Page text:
Looking in the right direction – Tuesday, 5th Week in Lent – Numbers 21:4-9/ John 8:21-30

If anything, today’s first reading seems like we have a vengeful God. The evidence seems to be in your face. The people of Israel have been wandering the wilderness for forty years. They were on the threshold of entering the promised land (the land of Canaanites) from the south but were denied permission by their ‘cousins,’ the Edomites, (sons of Esau, brother of Jacob -Genesis 36:6-8) to cut through their land, thus forcing them to take a longer route.

The promised land which was in eyesight has once again become a distant reality.  For the last forty years, they have had to eat “unsatisfying food” that tasted like cakes baked in oil (Numbers 11:9). So, what choice do you have? What do you do if not grumble? And should your ‘punishment’ be snakes that bite you and cause death? This sounds like a petty vengeful God.

Life is all about what coloured glasses you wear. Change your glasses and you see things differently. Yes, these were people who wandered for forty years but in reality, they were not ready for what God desired for them; a land for themselves. They were not ready because THEY repeatedly turned against God and broke his covenant. How do you entrust such a people with a nation when they can’t be trusted to return your love? Yet, all through THEIR ‘wandering’, God provided for their needs. He did give them water and food, yet they lied and said that there was no food and water.

The desert does not provide for garlic and cucumber which they remind God that they got in Egypt. But they got these meagre treats along with slavery and the whip (which in their grumbling they conveniently forget). The people received what could be provided, but for them, it had become ‘detestable food’ that was ‘miserable.’ We too think we deserve much more than what is placed on our table. The grace that we say each day is not a formality but an act of gratitude for what has been provided.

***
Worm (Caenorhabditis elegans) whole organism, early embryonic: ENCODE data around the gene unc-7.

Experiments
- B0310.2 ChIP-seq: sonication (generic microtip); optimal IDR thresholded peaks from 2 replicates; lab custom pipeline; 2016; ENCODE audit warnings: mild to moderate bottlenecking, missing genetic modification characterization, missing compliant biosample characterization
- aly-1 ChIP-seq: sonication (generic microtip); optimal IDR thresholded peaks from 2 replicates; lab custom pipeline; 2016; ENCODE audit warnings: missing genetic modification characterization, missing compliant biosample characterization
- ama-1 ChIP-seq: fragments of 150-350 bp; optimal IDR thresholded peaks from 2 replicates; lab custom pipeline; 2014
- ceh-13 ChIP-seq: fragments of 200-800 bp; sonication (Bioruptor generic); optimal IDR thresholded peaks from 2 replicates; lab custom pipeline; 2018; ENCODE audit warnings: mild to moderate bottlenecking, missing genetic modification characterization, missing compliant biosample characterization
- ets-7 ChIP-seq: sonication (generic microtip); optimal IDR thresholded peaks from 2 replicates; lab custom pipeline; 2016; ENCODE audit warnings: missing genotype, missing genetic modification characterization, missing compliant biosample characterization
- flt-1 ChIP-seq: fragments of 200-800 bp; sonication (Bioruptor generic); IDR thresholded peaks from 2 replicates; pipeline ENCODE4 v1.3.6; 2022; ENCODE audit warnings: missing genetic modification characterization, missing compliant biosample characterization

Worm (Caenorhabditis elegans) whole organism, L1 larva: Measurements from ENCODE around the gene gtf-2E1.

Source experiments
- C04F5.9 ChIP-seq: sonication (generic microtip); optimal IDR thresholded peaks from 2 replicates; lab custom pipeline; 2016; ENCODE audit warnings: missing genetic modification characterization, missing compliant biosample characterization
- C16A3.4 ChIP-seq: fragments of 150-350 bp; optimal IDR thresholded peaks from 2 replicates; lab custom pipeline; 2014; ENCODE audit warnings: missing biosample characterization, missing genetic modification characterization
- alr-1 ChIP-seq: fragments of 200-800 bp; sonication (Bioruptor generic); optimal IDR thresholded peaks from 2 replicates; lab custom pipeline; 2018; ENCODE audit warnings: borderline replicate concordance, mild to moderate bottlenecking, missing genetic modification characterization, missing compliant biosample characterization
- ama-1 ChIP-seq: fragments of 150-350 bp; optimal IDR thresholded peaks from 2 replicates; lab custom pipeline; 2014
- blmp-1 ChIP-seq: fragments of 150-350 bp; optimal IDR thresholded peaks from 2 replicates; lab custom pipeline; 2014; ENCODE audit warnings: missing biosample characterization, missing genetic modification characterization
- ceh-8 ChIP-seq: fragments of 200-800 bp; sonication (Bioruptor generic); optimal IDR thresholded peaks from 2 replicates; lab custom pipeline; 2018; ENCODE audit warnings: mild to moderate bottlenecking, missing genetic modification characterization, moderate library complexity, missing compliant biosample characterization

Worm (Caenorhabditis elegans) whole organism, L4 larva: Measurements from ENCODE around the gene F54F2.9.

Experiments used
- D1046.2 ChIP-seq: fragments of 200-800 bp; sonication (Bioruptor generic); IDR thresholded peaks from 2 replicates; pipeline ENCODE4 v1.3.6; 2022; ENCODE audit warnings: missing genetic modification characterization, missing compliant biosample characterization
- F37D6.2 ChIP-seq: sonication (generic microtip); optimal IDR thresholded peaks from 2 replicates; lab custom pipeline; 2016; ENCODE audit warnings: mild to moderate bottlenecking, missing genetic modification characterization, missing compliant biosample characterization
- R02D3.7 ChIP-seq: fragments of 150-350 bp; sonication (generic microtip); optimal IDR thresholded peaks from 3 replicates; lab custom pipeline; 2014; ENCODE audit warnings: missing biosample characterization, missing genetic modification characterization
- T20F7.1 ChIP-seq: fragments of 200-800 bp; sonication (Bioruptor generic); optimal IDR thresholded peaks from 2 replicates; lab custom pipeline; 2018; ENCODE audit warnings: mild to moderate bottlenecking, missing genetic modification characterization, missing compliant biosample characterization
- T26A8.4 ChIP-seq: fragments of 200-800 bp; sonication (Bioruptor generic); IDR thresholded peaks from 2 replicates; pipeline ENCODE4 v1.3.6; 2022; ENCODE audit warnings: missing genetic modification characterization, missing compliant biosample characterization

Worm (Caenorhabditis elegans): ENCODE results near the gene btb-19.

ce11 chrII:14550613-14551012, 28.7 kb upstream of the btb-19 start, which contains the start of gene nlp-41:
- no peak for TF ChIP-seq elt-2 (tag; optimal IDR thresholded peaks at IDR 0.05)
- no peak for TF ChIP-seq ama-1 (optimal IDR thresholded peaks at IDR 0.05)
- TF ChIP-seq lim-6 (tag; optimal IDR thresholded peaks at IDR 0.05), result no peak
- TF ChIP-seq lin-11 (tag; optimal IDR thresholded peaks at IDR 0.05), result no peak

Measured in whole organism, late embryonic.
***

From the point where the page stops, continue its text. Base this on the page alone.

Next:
So, did God punish them? Very strictly speaking, the RSV translation does not say, ‘Therefore the Lord sent poisonous snakes.’ It says, “Then the Lord sent poisonous snakes.” The obvious conclusion that we infer is that God is wrathful in the face of sin. If that was the case, then why was God not wrathful when they grumbled several times previously about food and water and when they made a golden calf?

Even if this was a wrathful God, I would put it down to frayed nerves; they had pressed his buttons so often with their ingratitude that even God would snap. This was a self-goal, a self-inflicted suffering brought by the people of Israel; they bit the hand that fed them now the snakes did the biting.

It is interesting to note whom they approached for relief; they go to Moses. They were too ashamed to go to God whom they should have accused of “attempted murder.” (21:5) Moses knew what to do and whom to approach. He goes to God in prayer. One can only imagine the prayer that Moses made. It was a prayer that he said several times in forty years for a people who never knew gratitude.

Read the text carefully. This time, God does not take away the cause of pain and death, namely the serpent. He simply provided a solution for death but only IF THEY CHOSE TO LOOK IN THE RIGHT DIRECTION. This is no longer a God providing a quick fix aid for sin. Sin is a serious business. Sin is the serpent we brought into the world by the choices we made.

God is a holy God; he did not provide serpents rather he provided the garden of goodness. We chose the wrong tree and invited the serpent to bite us. God is not vengeful. If He was so then he would have never provided the instrument of salvation that saves us from death; Jesus on the cross.

The cross without Jesus is merely an instrument of shame; criminals were nailed to it. The cross with Jesus hanging on it is an instrument of Salvation; Our Lord hung on it. Our sin was nailed to the cross so that looking at the cross we may be saved. Yet the sting of death may be preferred by many rather than gazing at the instrument of salvation. No one can force us to accept this truth, but should we do then we have to choose to look in the right direction when we sin. Look to Jesus on the cross.

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